On the sky line you can see a roof mounted wind turbine still whirring away vigorously and you can’t help wondering what if anything we’re doing with that power generated. The outline of the gardens with their straight lines and slightly overgrown borders are still prominent and recognisable but nature is inexorably re-asserting its ascendancy by bursting from these artificial confines with its abundant greens and browns. Every now and then you spot bird feeders and it’s very pleasing to see that people are still investing their time and energy in filling these with feed and peanuts. The human residents might all have been moved on but the birds have been joined by flourishing urban animals like squirrels, foxes and probably rats. All this is happening a whole lot quicker than the proposed regeneration of the surrounding area of which there is precious little evidence.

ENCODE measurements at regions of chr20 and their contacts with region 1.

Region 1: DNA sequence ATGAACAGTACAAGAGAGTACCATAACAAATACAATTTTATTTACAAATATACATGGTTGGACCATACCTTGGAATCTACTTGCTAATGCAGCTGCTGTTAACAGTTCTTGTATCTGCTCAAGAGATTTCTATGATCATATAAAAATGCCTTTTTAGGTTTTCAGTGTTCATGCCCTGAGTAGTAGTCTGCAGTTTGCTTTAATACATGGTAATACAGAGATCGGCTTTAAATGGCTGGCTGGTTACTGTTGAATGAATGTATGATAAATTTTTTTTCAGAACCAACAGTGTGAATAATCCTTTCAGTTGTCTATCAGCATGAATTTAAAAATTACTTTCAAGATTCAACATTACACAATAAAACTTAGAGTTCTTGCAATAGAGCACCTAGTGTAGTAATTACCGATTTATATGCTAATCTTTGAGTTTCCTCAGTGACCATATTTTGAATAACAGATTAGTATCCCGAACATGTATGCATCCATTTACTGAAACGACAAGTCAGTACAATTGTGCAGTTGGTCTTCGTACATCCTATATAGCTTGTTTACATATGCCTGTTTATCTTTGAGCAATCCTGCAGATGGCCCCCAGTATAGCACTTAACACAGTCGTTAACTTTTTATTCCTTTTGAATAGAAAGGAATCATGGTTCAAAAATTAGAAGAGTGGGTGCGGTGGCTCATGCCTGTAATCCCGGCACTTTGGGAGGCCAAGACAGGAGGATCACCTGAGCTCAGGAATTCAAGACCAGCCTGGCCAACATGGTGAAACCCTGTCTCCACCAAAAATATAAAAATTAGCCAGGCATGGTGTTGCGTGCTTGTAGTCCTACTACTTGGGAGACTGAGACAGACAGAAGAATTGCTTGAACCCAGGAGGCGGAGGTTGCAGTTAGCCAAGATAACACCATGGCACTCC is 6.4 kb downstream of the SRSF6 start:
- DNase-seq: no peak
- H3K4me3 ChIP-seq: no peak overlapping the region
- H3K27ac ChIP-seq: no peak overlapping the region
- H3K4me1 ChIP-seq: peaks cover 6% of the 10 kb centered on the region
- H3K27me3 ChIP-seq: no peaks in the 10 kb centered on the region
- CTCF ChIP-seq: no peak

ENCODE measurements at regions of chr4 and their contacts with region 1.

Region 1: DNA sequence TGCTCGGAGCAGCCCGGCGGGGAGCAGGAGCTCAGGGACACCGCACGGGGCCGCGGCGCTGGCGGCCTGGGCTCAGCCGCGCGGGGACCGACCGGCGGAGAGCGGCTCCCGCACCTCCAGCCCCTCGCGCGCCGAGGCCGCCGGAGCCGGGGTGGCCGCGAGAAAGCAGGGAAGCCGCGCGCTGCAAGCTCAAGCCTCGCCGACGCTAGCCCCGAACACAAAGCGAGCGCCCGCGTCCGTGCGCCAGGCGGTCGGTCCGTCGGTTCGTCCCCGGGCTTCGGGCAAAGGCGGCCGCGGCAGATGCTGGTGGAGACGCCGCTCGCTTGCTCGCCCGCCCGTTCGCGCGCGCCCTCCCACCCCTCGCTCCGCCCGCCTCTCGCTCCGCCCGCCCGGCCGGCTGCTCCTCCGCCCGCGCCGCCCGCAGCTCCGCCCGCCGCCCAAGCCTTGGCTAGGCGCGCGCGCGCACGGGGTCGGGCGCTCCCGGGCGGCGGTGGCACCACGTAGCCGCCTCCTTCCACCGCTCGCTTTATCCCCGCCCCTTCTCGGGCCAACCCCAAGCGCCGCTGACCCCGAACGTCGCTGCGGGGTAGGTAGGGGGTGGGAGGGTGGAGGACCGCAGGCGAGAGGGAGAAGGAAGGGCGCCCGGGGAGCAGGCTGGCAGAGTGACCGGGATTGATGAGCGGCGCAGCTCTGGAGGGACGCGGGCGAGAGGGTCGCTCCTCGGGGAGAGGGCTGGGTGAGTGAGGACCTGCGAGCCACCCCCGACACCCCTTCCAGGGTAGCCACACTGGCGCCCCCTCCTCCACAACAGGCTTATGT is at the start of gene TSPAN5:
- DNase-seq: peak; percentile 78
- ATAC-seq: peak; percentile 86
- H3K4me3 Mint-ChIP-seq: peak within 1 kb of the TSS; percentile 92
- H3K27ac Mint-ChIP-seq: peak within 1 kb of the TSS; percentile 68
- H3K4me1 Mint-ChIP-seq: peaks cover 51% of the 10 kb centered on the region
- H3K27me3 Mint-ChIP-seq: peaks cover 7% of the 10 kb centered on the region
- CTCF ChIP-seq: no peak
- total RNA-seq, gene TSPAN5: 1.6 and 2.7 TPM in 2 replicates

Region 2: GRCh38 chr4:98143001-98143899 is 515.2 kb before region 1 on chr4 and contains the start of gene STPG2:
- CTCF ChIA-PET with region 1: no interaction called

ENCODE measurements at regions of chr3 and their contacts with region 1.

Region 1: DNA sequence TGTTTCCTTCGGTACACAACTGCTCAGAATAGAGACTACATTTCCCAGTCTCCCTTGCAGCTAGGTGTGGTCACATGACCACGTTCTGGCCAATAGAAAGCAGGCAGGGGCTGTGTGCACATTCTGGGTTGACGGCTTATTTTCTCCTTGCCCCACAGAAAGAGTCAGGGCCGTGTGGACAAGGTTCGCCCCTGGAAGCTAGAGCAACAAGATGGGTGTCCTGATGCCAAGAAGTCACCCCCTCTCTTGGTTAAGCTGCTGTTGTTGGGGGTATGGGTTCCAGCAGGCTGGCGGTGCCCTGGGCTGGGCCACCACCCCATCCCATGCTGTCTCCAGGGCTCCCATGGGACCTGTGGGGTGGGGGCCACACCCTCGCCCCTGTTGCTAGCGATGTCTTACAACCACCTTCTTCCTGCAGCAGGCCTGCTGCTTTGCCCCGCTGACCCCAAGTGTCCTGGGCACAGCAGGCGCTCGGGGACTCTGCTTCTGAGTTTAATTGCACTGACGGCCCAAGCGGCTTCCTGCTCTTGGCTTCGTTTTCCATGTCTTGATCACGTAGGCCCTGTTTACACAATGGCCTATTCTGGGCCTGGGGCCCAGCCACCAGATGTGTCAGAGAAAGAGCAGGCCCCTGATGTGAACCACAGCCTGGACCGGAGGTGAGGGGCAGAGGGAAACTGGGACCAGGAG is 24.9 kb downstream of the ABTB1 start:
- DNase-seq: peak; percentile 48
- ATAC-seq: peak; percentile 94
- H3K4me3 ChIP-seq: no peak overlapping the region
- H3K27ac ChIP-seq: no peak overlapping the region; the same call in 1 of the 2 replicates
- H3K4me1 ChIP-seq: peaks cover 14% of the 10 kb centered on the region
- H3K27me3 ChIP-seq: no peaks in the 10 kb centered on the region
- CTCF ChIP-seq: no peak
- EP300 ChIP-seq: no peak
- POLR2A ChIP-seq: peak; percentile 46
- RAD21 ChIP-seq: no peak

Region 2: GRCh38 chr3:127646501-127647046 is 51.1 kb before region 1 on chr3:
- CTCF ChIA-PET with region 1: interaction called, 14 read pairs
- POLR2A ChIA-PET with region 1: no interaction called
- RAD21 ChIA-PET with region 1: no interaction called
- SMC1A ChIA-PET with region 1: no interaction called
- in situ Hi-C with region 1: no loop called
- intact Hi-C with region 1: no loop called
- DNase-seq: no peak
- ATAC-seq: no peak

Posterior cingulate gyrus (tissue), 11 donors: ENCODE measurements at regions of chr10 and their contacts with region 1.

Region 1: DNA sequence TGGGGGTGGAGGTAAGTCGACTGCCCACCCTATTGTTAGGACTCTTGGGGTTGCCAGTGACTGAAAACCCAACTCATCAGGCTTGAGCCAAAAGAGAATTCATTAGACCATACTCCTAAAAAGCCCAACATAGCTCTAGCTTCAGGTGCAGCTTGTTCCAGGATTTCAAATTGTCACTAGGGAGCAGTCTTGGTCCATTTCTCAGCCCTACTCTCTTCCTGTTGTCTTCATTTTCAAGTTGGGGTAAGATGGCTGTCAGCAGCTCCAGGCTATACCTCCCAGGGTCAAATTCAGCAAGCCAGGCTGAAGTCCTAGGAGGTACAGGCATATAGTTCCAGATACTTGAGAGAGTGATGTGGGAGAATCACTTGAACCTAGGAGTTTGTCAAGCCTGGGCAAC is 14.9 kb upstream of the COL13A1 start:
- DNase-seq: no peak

It seems 2 or 3 residents are clinging on in the estate. One of them, Adrian Glasspool, a 37 year old teacher who’s lived on the estate for over 15 years, started a gardening project. He “came up with the idea of using the empty plots of land to recreate a community.” He sounds far too polite to say the council destroyed the original one but despite the merit of this venture and the abundant availability of land here the council are being nothing other than aggressively obstructive. Court orders and other legal instruments arrive with blistering regularity. For more of the story and information click here.